Cooling towers are heat exchange systems that bring air and water into direct contact with each other in order to reduce the temperature of the water. To accomplish this, water is continuously pumped to the top of the tower, where it cascades over a series of baffles, mixes with air, and collects in either a basin located directly under the tower or a sump next to the tower. As heat and water escape the tower through evaporation, additional water must be periodically added to the system. Cooling towers come in a variety of sizes from rooftop systems to those the size of buildings or even larger. The typical water basin is open to the air, 4' or less in depth, constructed of fiberglass, metal or concrete, and large enough in capacity to hold all of the water in the system. Cooling towers have two basic control systems, one to add liquid into the basin, and one to turn the water recirculation system on or off. The primary requirement for this application is to monitor the liquid level, automatically refill the basin, and prevent the system from running dry.
A short duration, high-frequency ultrasonic sound wave is pulsed up to four times per second from the face of the transducer. The sound wave reflects off the surface of the liquid and returns to the transducer. The level sensor measures the time of flight between the sound generation and receipt, and translates this into the distance between the transducer face and liquid surface. The distance is then converted into a percentage of measured span and output as a proportional 4-20 mA signal.
Cooling towers are located outdoors with no environmental protection. They also have a steady flow of water raining down within them, which depending upon the level sensor’s location and type of installation, may result in the formation of water droplets or ice on the transducer that can affect acoustic transmission and receipt. Select a level sensor with an appropriate weatherproof enclosure rating and longer, more powerful measurement range. Then apply a very thin layer of petroleum jelly water repellant across the transducer face. The installed level sensor must have a clear view of the liquid surface. This means that the measurement space beneath the level sensor should be free of any obstructions such as pipes, fittings or walls inside the basin. The installed level sensor must be located above the highest liquid level so that it would never be submersed during normal operation, and if possible, away from directly falling water.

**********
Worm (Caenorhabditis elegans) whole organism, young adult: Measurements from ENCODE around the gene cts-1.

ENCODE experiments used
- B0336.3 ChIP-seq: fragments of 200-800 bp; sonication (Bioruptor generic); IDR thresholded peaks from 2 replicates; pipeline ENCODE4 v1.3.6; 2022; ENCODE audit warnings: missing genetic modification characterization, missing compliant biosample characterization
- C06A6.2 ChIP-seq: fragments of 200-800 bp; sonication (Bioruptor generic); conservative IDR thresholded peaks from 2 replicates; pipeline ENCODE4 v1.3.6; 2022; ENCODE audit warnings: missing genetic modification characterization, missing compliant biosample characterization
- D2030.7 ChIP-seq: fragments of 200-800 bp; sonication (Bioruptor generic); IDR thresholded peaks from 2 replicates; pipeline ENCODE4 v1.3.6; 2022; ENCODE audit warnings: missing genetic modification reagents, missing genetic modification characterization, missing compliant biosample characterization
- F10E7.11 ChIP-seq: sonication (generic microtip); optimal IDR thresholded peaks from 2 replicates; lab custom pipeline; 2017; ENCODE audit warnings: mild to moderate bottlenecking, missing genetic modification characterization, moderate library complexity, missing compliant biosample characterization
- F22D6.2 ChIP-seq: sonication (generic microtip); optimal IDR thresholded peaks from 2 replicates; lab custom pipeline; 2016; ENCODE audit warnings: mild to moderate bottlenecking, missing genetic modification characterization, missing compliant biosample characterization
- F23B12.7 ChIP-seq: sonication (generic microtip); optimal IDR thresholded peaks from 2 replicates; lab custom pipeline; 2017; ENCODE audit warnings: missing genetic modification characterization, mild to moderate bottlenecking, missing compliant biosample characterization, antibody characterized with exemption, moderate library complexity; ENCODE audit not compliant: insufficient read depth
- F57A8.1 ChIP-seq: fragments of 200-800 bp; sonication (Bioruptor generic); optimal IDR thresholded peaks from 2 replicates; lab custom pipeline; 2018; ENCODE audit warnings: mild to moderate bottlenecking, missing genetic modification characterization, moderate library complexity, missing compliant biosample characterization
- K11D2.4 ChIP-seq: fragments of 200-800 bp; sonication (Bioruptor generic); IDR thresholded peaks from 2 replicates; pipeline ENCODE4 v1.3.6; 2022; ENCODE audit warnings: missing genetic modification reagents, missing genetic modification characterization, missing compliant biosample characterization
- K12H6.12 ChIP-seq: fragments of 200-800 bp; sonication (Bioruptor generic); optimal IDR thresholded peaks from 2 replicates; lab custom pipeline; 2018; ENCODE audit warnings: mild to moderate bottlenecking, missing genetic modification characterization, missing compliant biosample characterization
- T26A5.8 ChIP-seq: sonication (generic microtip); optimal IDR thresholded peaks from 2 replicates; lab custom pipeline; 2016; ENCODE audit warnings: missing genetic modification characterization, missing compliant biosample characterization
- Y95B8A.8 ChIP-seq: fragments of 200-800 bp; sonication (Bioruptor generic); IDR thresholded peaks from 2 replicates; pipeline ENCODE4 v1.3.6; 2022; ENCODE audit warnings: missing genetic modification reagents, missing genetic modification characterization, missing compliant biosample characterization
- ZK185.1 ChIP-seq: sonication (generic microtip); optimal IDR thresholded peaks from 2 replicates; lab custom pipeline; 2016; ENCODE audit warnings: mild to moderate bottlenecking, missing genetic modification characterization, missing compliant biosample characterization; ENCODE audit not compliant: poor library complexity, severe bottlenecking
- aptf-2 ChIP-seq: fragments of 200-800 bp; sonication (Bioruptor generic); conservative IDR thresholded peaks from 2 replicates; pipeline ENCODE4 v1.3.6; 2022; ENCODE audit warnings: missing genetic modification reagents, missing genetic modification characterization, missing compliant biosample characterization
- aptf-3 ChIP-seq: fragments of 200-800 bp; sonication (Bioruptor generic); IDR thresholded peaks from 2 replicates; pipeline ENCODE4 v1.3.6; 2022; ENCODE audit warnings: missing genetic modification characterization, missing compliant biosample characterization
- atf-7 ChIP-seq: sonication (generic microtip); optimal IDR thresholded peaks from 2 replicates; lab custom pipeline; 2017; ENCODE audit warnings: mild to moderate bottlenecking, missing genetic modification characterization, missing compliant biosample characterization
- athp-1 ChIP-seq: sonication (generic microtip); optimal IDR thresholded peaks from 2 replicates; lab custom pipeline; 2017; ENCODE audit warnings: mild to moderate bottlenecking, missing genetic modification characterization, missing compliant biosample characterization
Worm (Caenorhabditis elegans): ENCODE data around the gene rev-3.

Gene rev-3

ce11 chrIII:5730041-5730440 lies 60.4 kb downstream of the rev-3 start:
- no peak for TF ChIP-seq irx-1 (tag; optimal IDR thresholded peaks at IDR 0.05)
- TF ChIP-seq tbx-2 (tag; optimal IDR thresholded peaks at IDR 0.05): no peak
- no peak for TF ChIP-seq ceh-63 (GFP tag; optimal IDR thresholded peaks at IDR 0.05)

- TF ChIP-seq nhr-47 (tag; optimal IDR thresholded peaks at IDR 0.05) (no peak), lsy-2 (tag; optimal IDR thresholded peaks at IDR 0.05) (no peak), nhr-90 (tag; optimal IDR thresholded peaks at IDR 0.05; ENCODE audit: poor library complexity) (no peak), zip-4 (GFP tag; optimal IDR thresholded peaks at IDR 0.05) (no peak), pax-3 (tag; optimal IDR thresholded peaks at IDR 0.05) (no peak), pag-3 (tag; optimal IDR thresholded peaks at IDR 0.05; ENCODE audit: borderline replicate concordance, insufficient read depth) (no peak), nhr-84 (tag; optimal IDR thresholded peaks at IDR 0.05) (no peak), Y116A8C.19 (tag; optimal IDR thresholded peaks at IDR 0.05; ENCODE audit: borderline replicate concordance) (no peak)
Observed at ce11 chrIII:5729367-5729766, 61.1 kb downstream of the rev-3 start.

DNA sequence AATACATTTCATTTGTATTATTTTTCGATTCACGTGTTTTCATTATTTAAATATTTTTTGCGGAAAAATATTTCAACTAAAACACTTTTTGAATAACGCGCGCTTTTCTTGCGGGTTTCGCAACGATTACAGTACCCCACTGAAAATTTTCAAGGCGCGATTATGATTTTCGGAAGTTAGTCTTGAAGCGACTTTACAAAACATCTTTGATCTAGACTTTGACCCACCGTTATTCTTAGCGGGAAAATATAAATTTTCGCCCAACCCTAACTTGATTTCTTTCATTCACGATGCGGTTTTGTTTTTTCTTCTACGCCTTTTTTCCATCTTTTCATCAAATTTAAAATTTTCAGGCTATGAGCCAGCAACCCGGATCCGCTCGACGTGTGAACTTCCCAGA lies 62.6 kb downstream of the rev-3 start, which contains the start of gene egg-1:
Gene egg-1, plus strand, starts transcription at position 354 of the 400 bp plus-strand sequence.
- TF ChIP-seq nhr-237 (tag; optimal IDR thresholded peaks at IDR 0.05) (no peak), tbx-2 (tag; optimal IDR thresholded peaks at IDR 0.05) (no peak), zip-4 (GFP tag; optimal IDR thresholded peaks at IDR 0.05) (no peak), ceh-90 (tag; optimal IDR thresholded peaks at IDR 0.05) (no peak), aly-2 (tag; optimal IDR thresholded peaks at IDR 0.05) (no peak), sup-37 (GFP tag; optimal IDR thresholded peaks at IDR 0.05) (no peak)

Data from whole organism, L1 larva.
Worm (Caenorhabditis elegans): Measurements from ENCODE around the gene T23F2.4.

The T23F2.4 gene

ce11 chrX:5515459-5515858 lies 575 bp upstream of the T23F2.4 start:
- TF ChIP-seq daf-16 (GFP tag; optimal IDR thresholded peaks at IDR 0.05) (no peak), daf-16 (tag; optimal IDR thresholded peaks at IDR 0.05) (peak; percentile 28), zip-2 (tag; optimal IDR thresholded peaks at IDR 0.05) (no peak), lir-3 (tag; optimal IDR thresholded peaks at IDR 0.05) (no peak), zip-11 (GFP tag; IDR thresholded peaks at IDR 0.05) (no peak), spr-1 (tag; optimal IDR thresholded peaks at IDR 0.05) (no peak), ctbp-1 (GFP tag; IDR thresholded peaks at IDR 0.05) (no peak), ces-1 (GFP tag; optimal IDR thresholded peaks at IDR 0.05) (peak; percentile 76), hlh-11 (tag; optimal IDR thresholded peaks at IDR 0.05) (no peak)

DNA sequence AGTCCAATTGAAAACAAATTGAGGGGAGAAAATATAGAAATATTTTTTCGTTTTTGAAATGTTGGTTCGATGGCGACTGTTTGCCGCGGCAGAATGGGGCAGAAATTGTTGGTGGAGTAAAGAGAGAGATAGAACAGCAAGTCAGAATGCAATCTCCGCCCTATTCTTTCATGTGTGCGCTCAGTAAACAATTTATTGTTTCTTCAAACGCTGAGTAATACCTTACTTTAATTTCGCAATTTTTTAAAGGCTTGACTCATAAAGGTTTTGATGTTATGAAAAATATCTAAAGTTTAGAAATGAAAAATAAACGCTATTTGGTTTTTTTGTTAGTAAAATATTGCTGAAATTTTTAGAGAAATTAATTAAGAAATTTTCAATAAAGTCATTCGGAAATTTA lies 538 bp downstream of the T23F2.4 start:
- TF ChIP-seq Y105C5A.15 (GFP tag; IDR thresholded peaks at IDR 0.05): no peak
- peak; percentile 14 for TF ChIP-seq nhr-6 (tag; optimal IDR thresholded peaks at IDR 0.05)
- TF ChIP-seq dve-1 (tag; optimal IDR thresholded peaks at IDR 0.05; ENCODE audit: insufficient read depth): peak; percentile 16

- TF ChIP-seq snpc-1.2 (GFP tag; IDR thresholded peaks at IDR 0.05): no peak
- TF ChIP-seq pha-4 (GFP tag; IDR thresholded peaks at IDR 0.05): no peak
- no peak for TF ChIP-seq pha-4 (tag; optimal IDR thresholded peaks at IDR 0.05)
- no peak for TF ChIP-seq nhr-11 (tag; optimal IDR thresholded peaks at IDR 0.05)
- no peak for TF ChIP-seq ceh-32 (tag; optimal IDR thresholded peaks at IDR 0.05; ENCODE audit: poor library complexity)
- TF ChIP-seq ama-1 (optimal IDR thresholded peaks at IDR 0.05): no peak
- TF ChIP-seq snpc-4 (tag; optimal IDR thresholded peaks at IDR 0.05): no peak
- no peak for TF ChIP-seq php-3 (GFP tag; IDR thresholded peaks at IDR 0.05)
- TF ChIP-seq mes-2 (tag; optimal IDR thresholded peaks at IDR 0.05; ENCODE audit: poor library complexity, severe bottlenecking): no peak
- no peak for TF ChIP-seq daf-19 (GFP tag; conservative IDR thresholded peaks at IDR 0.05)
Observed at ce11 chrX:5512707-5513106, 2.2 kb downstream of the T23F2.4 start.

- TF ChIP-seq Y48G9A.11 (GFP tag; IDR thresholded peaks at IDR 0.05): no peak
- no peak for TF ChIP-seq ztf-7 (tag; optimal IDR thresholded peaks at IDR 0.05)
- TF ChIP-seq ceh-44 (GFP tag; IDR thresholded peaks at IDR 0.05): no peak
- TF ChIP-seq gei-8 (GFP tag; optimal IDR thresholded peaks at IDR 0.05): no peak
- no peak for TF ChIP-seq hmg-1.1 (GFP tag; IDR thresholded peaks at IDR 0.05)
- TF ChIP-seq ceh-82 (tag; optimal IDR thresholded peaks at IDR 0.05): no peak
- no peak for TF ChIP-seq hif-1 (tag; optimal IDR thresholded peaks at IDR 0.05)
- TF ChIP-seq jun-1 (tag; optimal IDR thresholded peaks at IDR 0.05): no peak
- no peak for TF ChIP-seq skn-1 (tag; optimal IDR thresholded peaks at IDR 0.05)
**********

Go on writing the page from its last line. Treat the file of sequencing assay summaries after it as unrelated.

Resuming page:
There are two primary ways to mount a level sensor in this application. The preferred method is with a stand-pipe, as it dampens out surface agitation and separates the transducer from falling water. The second is with a mounting bracket attached to the side wall or an aperture extended over the basin. Find a mounting location where the level sensor has a direct view of the liquid throughout the entire measurement span. The location must be flat, perpendicular to the liquid and accessible. The following equipment can be used to install the sensor.